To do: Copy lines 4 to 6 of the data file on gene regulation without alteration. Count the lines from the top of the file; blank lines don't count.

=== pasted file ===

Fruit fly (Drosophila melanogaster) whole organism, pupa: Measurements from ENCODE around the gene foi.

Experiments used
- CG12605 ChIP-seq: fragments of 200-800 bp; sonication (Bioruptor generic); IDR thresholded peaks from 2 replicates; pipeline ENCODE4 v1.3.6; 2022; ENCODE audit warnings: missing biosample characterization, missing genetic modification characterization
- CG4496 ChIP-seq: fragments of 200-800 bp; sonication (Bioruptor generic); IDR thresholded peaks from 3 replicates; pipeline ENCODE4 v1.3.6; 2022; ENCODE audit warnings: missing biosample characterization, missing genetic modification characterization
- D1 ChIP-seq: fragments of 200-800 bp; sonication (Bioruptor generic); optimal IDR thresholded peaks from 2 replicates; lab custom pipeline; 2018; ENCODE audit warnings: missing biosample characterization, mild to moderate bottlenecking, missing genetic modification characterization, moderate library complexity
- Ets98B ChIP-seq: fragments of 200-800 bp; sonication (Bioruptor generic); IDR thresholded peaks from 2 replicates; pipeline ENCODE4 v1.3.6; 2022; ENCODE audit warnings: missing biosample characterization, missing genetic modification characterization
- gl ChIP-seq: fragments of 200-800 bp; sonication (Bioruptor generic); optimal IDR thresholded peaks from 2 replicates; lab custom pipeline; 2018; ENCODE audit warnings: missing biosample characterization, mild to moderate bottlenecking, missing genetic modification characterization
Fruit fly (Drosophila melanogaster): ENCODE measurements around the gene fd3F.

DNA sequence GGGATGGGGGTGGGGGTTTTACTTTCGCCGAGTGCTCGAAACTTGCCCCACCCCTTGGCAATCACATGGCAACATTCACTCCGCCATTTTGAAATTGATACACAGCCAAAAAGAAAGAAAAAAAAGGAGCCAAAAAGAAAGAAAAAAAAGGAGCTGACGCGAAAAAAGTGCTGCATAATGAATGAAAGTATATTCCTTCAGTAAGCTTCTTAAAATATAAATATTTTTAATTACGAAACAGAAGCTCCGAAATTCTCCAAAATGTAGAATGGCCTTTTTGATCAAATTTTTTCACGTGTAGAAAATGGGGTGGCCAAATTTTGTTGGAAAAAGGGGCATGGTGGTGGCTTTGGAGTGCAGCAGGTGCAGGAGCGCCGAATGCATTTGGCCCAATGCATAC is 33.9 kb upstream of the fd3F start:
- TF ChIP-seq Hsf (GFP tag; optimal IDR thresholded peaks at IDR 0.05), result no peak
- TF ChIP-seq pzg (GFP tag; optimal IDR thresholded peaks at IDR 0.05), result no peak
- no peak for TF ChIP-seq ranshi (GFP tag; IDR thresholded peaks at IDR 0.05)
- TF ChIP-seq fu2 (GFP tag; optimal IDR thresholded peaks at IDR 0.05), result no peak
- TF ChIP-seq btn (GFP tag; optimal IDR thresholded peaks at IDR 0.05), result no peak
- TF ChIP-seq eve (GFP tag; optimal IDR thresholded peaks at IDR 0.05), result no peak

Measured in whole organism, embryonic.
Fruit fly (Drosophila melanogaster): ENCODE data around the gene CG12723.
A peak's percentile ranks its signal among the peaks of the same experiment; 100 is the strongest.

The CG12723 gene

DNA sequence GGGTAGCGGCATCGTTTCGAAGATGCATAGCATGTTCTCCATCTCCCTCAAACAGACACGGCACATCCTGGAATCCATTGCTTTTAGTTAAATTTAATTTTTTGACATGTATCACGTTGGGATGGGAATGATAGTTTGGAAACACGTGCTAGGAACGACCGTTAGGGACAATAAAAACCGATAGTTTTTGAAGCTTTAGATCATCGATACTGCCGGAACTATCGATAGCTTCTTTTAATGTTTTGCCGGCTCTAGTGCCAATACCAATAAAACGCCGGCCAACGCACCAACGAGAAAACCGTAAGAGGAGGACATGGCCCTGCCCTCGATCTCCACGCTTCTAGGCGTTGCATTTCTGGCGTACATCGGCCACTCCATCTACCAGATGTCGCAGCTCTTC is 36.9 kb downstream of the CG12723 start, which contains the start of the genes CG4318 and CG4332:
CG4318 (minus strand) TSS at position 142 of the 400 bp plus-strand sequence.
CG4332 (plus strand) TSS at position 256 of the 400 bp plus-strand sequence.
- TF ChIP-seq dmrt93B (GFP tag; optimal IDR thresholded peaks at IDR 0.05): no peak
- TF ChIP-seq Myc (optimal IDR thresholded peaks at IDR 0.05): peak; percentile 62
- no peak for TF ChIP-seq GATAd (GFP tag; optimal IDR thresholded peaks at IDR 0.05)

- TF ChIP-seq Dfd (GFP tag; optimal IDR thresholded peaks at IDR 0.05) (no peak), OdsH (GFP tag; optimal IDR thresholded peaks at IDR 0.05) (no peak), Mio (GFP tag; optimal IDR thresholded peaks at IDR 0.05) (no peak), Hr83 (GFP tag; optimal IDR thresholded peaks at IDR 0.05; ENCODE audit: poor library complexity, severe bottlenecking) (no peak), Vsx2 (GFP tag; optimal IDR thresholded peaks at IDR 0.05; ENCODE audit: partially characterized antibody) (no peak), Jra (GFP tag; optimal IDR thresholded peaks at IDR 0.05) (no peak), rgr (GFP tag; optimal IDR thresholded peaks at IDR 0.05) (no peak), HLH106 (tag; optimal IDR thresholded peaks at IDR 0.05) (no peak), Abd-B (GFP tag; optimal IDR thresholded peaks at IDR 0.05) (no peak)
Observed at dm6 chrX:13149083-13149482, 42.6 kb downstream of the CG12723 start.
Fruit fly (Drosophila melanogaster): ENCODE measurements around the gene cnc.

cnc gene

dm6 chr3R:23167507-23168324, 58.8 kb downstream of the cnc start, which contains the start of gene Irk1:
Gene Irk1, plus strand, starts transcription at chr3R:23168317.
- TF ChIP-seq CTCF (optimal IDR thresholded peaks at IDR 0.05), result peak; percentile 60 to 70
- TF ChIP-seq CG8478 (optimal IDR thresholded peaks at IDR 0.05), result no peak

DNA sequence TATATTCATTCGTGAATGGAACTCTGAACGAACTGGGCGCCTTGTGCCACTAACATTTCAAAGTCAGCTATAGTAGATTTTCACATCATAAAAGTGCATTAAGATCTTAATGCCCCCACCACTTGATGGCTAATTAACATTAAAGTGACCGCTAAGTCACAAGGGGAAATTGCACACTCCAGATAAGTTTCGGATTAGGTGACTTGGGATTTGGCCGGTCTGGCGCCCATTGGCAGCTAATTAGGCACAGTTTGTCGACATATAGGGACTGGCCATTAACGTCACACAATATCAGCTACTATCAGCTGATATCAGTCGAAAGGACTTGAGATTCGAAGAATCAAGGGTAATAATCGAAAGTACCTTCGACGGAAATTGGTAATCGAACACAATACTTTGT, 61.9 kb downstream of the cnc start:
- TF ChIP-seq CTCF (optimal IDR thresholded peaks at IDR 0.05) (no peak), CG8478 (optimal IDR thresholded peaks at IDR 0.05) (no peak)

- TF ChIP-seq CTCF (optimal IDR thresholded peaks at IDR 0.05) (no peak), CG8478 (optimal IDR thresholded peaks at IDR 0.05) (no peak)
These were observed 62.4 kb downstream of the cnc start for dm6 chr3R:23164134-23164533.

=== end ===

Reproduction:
- CG4496 ChIP-seq: fragments of 200-800 bp; sonication (Bioruptor generic); IDR thresholded peaks from 3 replicates; pipeline ENCODE4 v1.3.6; 2022; ENCODE audit warnings: missing biosample characterization, missing genetic modification characterization
- D1 ChIP-seq: fragments of 200-800 bp; sonication (Bioruptor generic); optimal IDR thresholded peaks from 2 replicates; lab custom pipeline; 2018; ENCODE audit warnings: missing biosample characterization, mild to moderate bottlenecking, missing genetic modification characterization, moderate library complexity
- Ets98B ChIP-seq: fragments of 200-800 bp; sonication (Bioruptor generic); IDR thresholded peaks from 2 replicates; pipeline ENCODE4 v1.3.6; 2022; ENCODE audit warnings: missing biosample characterization, missing genetic modification characterization